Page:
Photo: Bruce Krasting
Paul Krugman had another of his nasty moment on TV Sunday when he took on Senator Ron Johnson (R, WI) (ABC -Link). The topic was Social Security. I want to throw my two cents into this fray.Senator Johnson made the comment:
Social Security is in danger of “going broke” unless action is taken. “When I hear people saying Social Security is solvent to the year 2035, it’s not.”
Krugman fired back with:
Your facts are false. The Social Security thing—Social Security, it has a dedicated revenue base, it has a trust fund based on that dedicated revenue base. You can’t change the rules midstream and say, ‘Oh well, suddenly the trust fund doesn’t count.’ “
Is SS going broke as the Senator claims? Or is Krugman right, when he says that SS is solid because it has a big Trust Fund?
There is not much ‘out-there’ on this topic that could could convince either side. You have the vast majority of the conservative thinkers/writers who have concluded that the SSTF is a sham, and you have all of the progressives who see it in precisely the opposite light.
I would like to use two credible sources on this issue in an attempt to determine who’s correct. The Office and Management and Budget (OMB) has opined on this, so has the Congressional Research Service (CRS). I think these sources are as credible as can be had. The CRE is supposed to be apolitical, while the OMB is decidedly political. The following information from OMB comes from 2010, a period when Peter Orszag was the boss at OMB. Given that Pete was running the show, one would have anticipated a Populist ‘spin’ from OMB on the question of TFs; not the case at all.
Neither OMB or CRS have said anything relevant regarding the Social Security Trust Funds. The observations were made regarding the Trust Fund for the Federal Employee Retirement Fund (FERS). I’m not going to spend a 1000 words convincing you that FERS = SS. (But if PK asks me to, I will). They are very similar entities, they collect revenues, they invest surpluses in Special Issue Treasury Securities and they make benefit payments to covered workers.
CRE had this to say about the TF for FERS (Link):
The assets in private-sector pension funds represent a “store of wealth” that firms can use to meet pension obligations as they come due. The CSRDF, however, is not a store of wealth for the federal government.
Got that PK? The CRE says there is no wealth (aka money) in the TF:
The OMB provides more clarity on TFs. From the Budget of the United States Government, Fiscal Year 2010: Analytical Perspectives (Link)
Balances in the trust fund are available for future benefit payments and other trust fund expenditures, but only in a bookkeeping sense.
Ah! There is no money in the TFs. They are bookkeeping entries. OMB concurs with CRE – TFs are not a store of wealth. More:
The holdings of the trust funds are not assets of the Government as a whole that can be drawn down in the future to fund benefits.
How many ways does OMB have to say this to convince PK? Another:
The existence of large trust fund balances, therefore, does not, by itself, increase the Government’s ability to pay benefits.
Is this getting through to progressives like PK? This is not the tin hats talking PK. This is your “guys”.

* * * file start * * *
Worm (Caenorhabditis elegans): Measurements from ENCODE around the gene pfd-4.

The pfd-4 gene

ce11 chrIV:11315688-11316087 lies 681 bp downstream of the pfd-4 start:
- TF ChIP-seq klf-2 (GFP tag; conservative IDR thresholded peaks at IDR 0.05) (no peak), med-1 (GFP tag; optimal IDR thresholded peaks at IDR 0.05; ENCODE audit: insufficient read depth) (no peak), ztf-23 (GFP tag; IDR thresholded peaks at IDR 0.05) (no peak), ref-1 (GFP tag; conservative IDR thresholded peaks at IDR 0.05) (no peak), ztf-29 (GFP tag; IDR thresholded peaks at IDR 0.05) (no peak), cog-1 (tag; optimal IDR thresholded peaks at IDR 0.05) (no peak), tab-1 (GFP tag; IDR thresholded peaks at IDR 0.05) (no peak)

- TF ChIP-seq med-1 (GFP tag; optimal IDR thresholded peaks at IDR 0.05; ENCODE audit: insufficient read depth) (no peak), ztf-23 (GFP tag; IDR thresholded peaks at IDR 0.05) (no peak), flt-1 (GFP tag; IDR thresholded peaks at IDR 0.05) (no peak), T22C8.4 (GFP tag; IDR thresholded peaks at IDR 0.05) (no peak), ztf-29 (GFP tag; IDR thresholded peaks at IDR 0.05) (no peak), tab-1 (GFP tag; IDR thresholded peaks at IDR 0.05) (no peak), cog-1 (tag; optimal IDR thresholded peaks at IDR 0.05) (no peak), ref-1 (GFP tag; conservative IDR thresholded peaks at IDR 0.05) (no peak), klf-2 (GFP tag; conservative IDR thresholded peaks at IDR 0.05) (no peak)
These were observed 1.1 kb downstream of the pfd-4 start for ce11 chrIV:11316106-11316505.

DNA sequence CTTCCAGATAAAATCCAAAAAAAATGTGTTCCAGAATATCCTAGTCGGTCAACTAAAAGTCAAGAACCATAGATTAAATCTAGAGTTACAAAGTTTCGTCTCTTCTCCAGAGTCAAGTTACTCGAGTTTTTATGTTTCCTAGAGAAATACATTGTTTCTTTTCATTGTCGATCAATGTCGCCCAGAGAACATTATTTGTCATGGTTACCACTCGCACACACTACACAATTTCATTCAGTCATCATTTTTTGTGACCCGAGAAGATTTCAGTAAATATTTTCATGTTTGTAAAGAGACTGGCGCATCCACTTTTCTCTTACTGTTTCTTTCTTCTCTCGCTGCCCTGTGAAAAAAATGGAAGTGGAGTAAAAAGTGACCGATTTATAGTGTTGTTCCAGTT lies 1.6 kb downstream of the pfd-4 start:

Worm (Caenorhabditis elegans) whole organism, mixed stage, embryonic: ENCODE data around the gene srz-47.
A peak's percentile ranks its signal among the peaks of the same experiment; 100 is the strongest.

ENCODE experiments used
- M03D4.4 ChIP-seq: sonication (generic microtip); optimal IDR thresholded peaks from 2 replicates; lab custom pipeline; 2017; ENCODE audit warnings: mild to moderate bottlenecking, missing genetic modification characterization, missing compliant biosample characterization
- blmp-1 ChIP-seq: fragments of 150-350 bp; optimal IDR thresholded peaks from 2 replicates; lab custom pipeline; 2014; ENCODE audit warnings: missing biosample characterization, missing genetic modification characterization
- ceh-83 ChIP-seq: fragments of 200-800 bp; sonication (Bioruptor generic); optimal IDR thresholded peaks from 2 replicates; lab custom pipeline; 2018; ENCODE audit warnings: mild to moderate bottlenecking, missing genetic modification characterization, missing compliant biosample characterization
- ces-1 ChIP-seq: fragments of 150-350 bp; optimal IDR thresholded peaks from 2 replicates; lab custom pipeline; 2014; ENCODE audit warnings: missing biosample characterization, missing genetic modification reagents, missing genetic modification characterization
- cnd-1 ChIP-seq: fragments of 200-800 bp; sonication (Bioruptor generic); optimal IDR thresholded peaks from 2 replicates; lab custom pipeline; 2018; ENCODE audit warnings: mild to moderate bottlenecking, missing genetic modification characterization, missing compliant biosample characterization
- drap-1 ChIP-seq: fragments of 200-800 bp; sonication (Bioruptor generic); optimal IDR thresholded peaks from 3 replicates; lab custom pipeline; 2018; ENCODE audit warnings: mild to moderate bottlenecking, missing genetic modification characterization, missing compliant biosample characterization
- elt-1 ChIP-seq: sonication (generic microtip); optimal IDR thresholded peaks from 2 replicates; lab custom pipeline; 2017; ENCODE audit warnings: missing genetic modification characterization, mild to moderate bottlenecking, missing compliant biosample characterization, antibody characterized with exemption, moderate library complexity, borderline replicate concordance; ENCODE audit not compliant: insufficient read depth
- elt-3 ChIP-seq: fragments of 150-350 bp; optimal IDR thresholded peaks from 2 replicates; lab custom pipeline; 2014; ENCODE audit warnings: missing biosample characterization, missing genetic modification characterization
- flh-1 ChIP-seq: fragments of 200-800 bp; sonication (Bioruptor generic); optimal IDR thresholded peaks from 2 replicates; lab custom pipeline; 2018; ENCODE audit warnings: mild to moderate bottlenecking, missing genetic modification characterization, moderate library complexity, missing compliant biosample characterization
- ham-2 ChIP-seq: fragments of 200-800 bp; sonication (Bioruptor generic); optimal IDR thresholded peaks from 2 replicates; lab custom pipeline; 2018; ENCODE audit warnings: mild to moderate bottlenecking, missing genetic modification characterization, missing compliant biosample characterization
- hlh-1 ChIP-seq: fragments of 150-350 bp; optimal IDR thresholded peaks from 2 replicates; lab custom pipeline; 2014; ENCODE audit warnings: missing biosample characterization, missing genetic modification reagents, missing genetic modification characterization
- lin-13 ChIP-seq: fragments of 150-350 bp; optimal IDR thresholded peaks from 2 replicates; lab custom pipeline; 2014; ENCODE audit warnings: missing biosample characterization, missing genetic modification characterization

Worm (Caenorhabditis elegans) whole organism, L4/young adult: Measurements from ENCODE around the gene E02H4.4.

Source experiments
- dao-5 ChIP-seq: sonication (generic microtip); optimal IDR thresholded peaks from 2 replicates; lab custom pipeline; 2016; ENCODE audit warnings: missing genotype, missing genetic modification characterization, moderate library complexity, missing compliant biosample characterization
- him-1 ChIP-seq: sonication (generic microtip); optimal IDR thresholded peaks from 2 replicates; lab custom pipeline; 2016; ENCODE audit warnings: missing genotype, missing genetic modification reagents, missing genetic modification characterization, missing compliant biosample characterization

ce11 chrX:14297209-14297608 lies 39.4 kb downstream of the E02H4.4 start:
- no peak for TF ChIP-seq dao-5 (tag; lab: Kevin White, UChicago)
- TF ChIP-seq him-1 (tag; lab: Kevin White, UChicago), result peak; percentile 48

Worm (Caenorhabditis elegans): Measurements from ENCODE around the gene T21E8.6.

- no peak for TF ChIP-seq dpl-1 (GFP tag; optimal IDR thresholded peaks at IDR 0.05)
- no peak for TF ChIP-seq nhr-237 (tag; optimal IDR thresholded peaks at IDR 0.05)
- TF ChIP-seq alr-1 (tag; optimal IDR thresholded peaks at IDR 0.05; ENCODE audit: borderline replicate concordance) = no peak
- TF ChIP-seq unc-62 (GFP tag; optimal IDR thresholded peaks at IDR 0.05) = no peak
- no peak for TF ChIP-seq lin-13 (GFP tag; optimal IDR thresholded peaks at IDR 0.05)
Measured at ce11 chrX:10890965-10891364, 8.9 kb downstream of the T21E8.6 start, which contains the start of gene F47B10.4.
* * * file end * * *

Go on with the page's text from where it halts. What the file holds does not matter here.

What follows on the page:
Senator Johnson made the statement that the SSTF accounting was similar to a person who writes themselves an IOU for $20, and then somehow believes he actually has an asset. PK objected. This is what the OMB has to say about it; no wiggle room for PK with this:
These trust fund balances are assets of the program agencies and corresponding liabilities of the Treasury, netting to zero for the Government as a whole.
Got that PK? The Senator was correct. Writing an IOU to oneself nets to zero. If the OMB was the arbiter of the TV debate, it would have said that the Senator had the facts, and Krugman was blowing smoke.
Krugman, on the other hand, is claiming victory. He still believes that the SSTF has real fairy dust in it. He maintains that he alone has the facts. In his typically snarky manner:: (Link)
I have to say, it’s extremely telling that conservative Republicans don’t seem able to make their case without resorting, right from the beginning, to obviously dumb fallacies.
Who’s right? PK or the Senator? Which side is suffering from “dumb fallacies?” This is a critically important point to resolve. Either we continue to live in PK’s fantasy land, or we recognise that SS is a here-and-now issue. There is no middle ground. One side or the other is “right” on this one. For the US, it’s a make-or-break issue.
Where did the ‘money’ go that PK thinks is available today? It was spent years ago.
The ‘economic miracle’ of Bill Clinton was bought with money looted from SS. Bill sucked out $565b in his eight years. No one even noticed.
George Bush really raided SS. A total of $1.5T leaked out during his years. Who ‘paid’ for Iraq and Afghanistan? SS did.
If anyone is upset about the status quo, they can point to either a Republican or a Democrat. They’re equally to blame. But looking backward, and laying blame, is a fool’s game. The fact is the money is gone and SS is Paygo today. It’s running big annual deficits. SS will produce $75b of red ink in 2013 (equivalent to 10% of the deficit). The deficits will pass $100b in 2016 and explode from there on. The beast is howling – and Krugman thinks it’s his cat purring.
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